Red Coloured Foods

Red is the vitamin A or beta-carotene foods and the rule is the redder the better.  Red is for warmth, energy, strength, courage, vitality, and helps us get in touch with our basic life-force energy.  Depression can be lessened with extra red plant foods.  This colour is thought to maintain a healthy heart, aid memory function, lower the risk of some cancers, and promote urinary tract health. 

   Red coloured food helps boost energy, helps combat tiredness, and as it strengthens the blood, is used in the treatment of anaemia and helps fight infection.  Red fruits and vegetables can regenerate depleted energy and build up the immune system.  The red food pigments, such as Lycopene, are a powerful antioxidant that combats the toxins that trigger some cancers.

Red Foods and Recipes

Peppers (Capsicum spp.)

Red peppers are an excellent source of phytochemicals and vitamin A, potassium, vitamin B6, vitamin K, folic acid, and iron.  A single sweet pepper contains four times the amount of vitamin C as oranges.  Researchers have found that eating peppers helps prevent eye problems, may help prevent cancer, and may help reduce the risk of heart disease and stroke. 

Baked Peppers, Onions, and Potatoes

  • 1 Red bell pepper, cut into 1 ½ – 2 inch (2.5 – 4 cm) pieces     
  • 1 Onion, peeled, cut into 1½ – 2 inch (3.5 – 5 cm) chunks        
  • 2 Potatoes, peeled, cut into 1½ – 2 inch (3.5 – 5 cm) pieces     
  • 2 – 3 tbsps. (30 – 45 mL) Olive Oil                                                        
  • Sea salt, to taste
  • Black pepper, freshly ground, to taste

In a shallow ovenproof dish place the vegetables and pour over olive oil, sea salt, and pepper.  Rub the vegetables with the olive oil and seasonings until everything is coated.  Bake in a preheated 425º F (220º C) oven for approximately 30 minutes or until the potatoes are tender.  This recipe can easily be adapted for more people as necessary. 

Sautéed Peppers

  • 2 Red peppers, sliced into strips                                         
  • 2 Zucchini, small, sliced into strips                                  
  • 1 tbsp. (15 mL) Butter, or olive oil
  • Sea salt, to taste
  • Black pepper, freshly ground, to taste

Sauté vegetables in butter or olive oil until tender.  Season with sea salt and black pepper.  This recipe can be adapted to serve as many people as necessary.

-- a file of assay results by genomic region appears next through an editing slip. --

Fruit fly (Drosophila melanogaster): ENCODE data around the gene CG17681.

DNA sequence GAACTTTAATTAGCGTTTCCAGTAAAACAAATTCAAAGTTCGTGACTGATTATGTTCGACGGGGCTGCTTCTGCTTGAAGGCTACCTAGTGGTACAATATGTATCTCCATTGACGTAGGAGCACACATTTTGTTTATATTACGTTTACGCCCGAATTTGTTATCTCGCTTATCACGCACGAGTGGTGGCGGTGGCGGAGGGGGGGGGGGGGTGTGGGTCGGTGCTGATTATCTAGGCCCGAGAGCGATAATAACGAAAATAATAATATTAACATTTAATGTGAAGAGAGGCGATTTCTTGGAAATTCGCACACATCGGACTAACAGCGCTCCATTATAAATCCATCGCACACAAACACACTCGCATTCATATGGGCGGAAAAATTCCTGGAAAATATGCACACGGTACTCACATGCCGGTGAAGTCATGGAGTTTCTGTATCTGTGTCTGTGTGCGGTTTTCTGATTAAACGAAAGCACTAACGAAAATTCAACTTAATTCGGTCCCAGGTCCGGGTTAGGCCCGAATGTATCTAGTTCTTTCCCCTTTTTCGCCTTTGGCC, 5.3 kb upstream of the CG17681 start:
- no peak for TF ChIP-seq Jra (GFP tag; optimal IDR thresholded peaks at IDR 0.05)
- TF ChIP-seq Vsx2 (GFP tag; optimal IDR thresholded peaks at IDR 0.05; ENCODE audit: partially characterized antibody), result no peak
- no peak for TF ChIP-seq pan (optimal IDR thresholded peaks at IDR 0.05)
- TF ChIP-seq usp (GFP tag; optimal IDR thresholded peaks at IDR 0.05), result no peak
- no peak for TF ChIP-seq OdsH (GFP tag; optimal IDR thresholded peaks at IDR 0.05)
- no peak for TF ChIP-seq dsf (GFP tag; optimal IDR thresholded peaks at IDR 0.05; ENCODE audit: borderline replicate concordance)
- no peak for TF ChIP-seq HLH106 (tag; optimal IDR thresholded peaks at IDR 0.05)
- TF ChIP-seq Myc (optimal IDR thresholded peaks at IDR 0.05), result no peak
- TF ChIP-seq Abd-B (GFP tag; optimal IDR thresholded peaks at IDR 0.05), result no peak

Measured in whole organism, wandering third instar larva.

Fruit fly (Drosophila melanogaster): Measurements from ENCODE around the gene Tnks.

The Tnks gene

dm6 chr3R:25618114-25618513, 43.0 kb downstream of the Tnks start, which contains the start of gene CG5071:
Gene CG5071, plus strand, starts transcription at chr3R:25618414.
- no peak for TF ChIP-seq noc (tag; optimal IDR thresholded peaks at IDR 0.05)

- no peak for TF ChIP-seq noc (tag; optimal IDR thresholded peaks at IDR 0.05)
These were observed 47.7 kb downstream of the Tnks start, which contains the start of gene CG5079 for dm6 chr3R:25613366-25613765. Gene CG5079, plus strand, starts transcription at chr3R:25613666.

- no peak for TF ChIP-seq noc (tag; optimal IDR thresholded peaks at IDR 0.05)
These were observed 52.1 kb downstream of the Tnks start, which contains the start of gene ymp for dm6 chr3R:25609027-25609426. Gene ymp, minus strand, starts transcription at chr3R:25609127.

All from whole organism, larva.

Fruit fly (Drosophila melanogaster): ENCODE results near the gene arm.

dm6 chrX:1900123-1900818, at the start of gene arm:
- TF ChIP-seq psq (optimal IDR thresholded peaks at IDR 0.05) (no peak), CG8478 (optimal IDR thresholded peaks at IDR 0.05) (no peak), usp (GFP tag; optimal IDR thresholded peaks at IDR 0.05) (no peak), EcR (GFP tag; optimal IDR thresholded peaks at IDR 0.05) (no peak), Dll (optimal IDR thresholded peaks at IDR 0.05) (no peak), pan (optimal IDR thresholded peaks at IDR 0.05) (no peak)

Tomatoes (Lycopersicon esculentum)

Tomatoes are an excellent source of phytochemicals and vitamin C.  They contain substantial levels of antioxidants, particularly vitamin E and vitamin A.  They are a good source of potassium and iron.  Eating tomatoes may lower the risk of cancer, helps prevent cataracts and other age-related ailments, and may reduce the risk of heart disease and stroke.

Broiled Tomatoes

  • 2 Tomatoes, halved                                           
  • 1 tsp. (5 mL) Basil, dried, crumbled                                             
  • 1 tbsp. (15 mL) Parsley, dried, minced
  • 2 tbsps. (30 mL) Bread crumbs, dried
  • 1 Garlic clove, minced                                       
  • 1 tsp. (5 mL) Olive oil                                                                 
  • Sea salt, to taste
  • Black pepper, freshly ground, to taste

Preheat the broiler and set the rack 6 inches (15 cm) from the heat.  In a small bowl, mix together basil, parsley, breadcrumbs, garlic, oil, and seasonings.  Place the tomato halves, cut sides up, and broil for 2 – 3 minutes.  Add the crumb mixture to the top of the tomatoes and broil an additional 3 – 4 minutes until the toppings are crisp and the tomatoes are heated through.

Stewed Tomatoes

  • 28 oz. can (796 mL) Tomatoes                                                     
  • 10 – 12 Soda Crackers, crushed                           
  • 1 tbsp. (15 mL) Butter                                                                  
  • Sea salt, to taste
  • Black pepper, freshly ground, to taste

In a saucepan place tomatoes, crackers, butter, salt and pepper.  Bring to a boil, turn down the heat, and cook until tomatoes and crackers are blended.  Stir frequently so the tomatoes don’t stick to the bottom of the pan.  You can add any herbs you like such as chives and parsley.  You can also sauté garlic and celery first and then add your tomatoes, crackers, and seasonings.  This is a side dish that goes well with poultry and seafood.

Red Coloured Vegetables

Red onions contain vitamin C, iron, calcium, folic acid, and add fibre to your diet.  Onions thin the blood, lower cholesterol, and offer some protection against stomach cancer.

Other red coloured vegetables include Aduki beans, kidney beans, radishes, red cabbage, red chilies, red lentils, and red potatoes.

Red Coloured Fruits

Cherries, cranberries, raspberries, red apples, red currants, red grapes, red plums, rhubarb, strawberries, watermelon

Red Coloured Herbs

Cayenne, hibiscus